Yes, but it's another case where the rule is necessary so that our readers will notice when we break it. On rare occasions, the question-form command or exclamation must be written without the question-mark to show how it should sound; in the same way, on some occasions "please" may not be followed by a comma.

I won't have people bollocksing about with my flexibility. I have, I believe, eight hammers; each is markedly different from the others for very good reasons, and their possession means I, even with my limited skills, can do things which would be impossible for somebody who had only one.

Mike.

Mike.
It seems I'm with Liebs and Ross, eh?

You could do worse.
Speaking of which, how about people who put question marks after declarative sentences? E.g., "I want to know if you will be coming home in time for dinner tonight?"
My view: Yucko!

Bob Lieblich
Solidly adamant
Hello! I would like to know Garden Path Sentence ! What does this term mean?

I think others have defined "Garden Path Sentence". I have never heard the term before, but understand that poorly written ... the speaker intends) relative pronouns have been left out. In others, dependent clause verbs get confused with the independent clauses.

I'm not sure that it really has been defined here yet. A garden path sentence is one in which the "most plausible" analysis (which is not the intended one), on a word-by-word basis, either (1) leads the reader to decide that the sentence has ended when there are still words left or (2) leads the reader to expect more words than the sentence contains. From a linguistic science point of view, they are fascinating and enlightening, because unlike the more common reanalyses that people do continually without thinking about it when their initial hypotheses turn out to be incorrect, true garden path sentences make you stop and consciously start over. They go far enough in the wrong direction that the unconscious backtracking mechanism can't recover.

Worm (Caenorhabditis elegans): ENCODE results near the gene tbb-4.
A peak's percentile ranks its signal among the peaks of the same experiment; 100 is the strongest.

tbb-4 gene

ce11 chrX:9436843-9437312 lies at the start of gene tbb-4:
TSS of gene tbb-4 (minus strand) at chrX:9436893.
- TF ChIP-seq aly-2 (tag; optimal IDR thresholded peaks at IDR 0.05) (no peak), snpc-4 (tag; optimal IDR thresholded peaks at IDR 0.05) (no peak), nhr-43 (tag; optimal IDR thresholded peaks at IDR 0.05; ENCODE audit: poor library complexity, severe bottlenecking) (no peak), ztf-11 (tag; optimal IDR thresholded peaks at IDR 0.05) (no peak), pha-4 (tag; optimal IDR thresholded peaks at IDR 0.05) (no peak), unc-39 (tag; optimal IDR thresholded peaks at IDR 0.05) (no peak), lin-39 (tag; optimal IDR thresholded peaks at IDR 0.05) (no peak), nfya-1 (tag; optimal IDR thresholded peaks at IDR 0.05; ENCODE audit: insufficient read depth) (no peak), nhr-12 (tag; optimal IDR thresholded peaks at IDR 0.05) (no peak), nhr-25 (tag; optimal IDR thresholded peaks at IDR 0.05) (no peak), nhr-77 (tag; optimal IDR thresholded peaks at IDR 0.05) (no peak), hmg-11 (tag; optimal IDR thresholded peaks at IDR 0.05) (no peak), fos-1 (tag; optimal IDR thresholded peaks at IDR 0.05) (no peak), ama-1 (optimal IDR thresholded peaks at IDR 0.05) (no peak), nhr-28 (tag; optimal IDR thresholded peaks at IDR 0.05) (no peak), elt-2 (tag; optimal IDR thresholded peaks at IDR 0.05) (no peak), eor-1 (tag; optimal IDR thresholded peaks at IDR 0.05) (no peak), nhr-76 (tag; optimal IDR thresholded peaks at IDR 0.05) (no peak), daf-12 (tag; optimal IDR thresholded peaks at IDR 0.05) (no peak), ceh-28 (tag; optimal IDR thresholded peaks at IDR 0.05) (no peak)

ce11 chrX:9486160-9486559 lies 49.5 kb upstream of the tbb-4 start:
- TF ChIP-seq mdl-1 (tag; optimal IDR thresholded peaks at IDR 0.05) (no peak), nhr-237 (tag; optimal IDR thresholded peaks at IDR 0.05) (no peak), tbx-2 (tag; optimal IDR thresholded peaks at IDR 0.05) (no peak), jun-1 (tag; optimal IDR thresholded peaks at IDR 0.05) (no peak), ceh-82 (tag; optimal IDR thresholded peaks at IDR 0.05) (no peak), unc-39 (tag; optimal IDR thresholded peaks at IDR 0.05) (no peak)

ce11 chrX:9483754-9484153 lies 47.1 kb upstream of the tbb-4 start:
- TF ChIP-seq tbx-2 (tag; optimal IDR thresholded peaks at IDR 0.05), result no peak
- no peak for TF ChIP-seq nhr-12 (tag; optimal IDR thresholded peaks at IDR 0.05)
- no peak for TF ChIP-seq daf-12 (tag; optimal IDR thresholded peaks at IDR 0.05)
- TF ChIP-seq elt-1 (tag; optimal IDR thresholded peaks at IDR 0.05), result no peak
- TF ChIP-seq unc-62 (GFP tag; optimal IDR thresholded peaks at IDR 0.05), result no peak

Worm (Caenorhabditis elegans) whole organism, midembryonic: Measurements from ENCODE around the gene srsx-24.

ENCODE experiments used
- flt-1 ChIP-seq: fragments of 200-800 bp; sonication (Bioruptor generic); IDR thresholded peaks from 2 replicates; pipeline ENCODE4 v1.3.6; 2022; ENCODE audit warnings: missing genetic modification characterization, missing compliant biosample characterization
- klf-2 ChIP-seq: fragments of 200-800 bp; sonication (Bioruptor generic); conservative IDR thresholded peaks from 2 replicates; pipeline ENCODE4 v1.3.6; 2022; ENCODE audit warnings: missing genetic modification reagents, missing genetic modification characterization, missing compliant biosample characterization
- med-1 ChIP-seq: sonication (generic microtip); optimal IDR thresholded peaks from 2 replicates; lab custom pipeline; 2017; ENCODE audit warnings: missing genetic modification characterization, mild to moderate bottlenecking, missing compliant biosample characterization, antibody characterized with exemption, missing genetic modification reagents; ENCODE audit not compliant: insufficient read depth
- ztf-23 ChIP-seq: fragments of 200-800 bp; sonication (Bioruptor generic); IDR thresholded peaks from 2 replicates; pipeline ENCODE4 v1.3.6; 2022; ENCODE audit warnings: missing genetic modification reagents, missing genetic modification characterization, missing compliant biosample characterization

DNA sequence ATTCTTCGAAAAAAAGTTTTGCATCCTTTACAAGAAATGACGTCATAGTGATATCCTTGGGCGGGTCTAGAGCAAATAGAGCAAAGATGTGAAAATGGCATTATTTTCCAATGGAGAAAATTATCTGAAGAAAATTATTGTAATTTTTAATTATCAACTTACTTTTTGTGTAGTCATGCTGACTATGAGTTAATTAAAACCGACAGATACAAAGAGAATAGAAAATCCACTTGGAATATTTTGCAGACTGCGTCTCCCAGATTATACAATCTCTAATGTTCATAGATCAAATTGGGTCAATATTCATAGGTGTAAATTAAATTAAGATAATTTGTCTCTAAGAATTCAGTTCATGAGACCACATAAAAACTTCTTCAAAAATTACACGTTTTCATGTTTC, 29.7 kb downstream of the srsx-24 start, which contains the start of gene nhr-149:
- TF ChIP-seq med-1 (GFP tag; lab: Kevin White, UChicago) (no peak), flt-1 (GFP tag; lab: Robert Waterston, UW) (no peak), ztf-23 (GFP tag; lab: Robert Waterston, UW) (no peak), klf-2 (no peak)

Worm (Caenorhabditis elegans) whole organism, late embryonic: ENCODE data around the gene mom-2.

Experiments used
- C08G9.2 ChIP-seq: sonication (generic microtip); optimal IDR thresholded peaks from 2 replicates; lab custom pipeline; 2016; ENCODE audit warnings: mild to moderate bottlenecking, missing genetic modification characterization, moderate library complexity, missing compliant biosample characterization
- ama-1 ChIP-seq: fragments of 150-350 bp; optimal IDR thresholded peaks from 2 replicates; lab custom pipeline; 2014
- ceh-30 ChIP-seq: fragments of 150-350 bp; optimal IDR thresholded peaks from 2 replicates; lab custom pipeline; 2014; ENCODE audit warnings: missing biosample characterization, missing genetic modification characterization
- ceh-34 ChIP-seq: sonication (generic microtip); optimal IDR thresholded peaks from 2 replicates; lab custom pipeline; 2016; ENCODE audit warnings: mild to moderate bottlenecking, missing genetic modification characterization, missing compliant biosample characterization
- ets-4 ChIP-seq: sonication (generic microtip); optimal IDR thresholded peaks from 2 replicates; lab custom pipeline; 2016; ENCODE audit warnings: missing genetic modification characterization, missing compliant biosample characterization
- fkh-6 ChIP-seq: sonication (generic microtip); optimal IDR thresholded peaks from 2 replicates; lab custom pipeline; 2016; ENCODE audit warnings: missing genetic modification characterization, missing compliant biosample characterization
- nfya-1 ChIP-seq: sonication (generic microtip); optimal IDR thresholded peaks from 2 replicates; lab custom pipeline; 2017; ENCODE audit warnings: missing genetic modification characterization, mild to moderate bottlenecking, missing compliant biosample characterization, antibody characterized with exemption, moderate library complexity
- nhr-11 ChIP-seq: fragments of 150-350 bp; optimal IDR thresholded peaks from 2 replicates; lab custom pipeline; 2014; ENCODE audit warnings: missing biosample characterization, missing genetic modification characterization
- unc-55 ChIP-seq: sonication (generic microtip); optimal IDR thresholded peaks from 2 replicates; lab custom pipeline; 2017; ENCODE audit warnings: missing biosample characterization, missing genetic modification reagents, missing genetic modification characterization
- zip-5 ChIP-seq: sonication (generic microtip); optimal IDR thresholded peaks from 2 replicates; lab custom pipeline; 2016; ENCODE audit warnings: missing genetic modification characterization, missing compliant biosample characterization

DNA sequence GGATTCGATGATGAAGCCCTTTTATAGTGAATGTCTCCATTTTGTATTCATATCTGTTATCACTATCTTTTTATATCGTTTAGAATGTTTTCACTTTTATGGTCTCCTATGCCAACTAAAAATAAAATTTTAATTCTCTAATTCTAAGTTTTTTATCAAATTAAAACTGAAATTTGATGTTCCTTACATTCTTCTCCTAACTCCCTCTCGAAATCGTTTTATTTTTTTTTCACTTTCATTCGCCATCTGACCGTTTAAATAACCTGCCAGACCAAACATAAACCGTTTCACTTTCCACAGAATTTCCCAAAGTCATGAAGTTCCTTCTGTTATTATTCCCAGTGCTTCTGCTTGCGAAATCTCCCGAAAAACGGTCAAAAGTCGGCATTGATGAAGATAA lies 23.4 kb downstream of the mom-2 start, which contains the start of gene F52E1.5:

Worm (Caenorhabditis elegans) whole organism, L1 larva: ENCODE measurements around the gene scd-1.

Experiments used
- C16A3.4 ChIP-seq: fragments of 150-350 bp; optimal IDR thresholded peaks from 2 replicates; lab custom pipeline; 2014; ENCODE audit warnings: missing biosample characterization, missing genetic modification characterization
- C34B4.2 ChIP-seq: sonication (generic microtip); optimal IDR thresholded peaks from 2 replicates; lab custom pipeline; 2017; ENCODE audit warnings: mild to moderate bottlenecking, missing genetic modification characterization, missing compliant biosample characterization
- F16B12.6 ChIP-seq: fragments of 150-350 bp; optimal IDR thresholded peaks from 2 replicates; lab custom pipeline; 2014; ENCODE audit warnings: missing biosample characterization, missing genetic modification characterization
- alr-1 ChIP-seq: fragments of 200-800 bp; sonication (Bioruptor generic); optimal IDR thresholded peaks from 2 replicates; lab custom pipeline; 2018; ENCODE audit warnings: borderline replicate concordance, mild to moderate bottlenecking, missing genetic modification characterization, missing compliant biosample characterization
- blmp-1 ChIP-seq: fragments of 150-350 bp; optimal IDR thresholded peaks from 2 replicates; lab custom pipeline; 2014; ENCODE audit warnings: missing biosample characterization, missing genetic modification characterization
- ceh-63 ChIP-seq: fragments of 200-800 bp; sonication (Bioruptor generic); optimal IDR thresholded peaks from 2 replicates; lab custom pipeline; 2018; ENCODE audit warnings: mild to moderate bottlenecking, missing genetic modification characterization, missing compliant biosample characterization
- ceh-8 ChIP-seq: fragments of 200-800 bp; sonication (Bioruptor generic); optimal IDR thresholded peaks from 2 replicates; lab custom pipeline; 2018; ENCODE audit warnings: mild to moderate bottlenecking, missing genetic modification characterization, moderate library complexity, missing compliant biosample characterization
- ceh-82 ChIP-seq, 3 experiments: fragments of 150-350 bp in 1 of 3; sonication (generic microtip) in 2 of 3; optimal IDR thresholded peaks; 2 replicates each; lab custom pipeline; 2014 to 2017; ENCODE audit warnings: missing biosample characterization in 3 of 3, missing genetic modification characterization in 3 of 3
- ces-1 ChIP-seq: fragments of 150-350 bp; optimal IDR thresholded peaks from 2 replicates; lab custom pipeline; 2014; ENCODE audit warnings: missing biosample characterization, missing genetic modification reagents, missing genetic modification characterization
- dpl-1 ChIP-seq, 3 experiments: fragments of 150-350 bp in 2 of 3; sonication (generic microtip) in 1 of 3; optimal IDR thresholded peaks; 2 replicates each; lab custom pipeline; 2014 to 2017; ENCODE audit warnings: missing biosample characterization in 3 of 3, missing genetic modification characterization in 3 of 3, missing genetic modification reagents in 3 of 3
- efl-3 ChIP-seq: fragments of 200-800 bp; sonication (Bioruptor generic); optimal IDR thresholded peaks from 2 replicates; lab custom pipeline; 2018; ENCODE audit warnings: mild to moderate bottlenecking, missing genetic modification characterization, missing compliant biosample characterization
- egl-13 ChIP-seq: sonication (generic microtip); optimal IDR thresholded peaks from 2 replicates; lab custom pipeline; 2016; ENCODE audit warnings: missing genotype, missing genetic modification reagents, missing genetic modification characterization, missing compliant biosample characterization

Note that garden path sentences pretty much only exist in writing. In speech, there's enough clue from the timing and intonation contour that people don't get confused. Which is why it isn't really a question of "poorly written and incomplete thoughts". The writer knew what he meant, and it literally doesn't dawn on him that there's another way to read the sentence, nor that that way is going to be the more plausible. I find them in others' writing when I proofread, and others find them in mine. It's really hard to find them in your own.
Most of the time you can make a small word change to the sentence to render it immediately understandable without changing the structure at all.
1. The horse raced past the barn fell.

The horse ridden past the barn ate the most grass.
The horse ('1' that raced past the barn) fell. The horse fell. (Which horse? dependent clause, which modifies horse) the one that raced past the barn.)

2. The man who hunts ducks out on weekends.

The man who hunts ducks out on weekends (intonation with a pause : The man who hunts, ducks out/escapes from of his household, church, family responsibilities on weekends).

The man who fishes ducks out on weekends.
3. The cotton clothing is usually made of grow in Mississippi.

The cotton that clothing is usually made of (I would say "made from") grows in Mississippi (among other places).

This one's harder to recast, since any material X that Ys are made from usually leads to the plausible phrase "X Y".
4. The prime number few.

The prime numbers are few. (or, "The prime (the best) number (are counted as) few.

The rich number few.

No, it's the tycoon who was sold the tracts. This is another participle/past confusion.
The tycoon given the offshore oil tracts for a lot of money wanted to kill JR.

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THey're perfectly grammatical and comprehemsible in my UK English, and ... which reveals their existence, and something of how they work.

You are quite obviously right to leave it at that. Trying further explanation with Mikey would be useless, even if ... it's a curious pastime for grownups. Even for academic grownups with absurd amounts of giggle time on their unretired hands.

Garden path sentences are a research tool in linguistics, just as optical illusions are in vision.

Chris Malcolm (Email Removed) +44 (0)131 651 3445 DoD #205 IPAB, Informatics, JCMB, King's Buildings, Edinburgh, EH9 3JZ, UK (http://www.dai.ed.ac.uk/homes/cam/)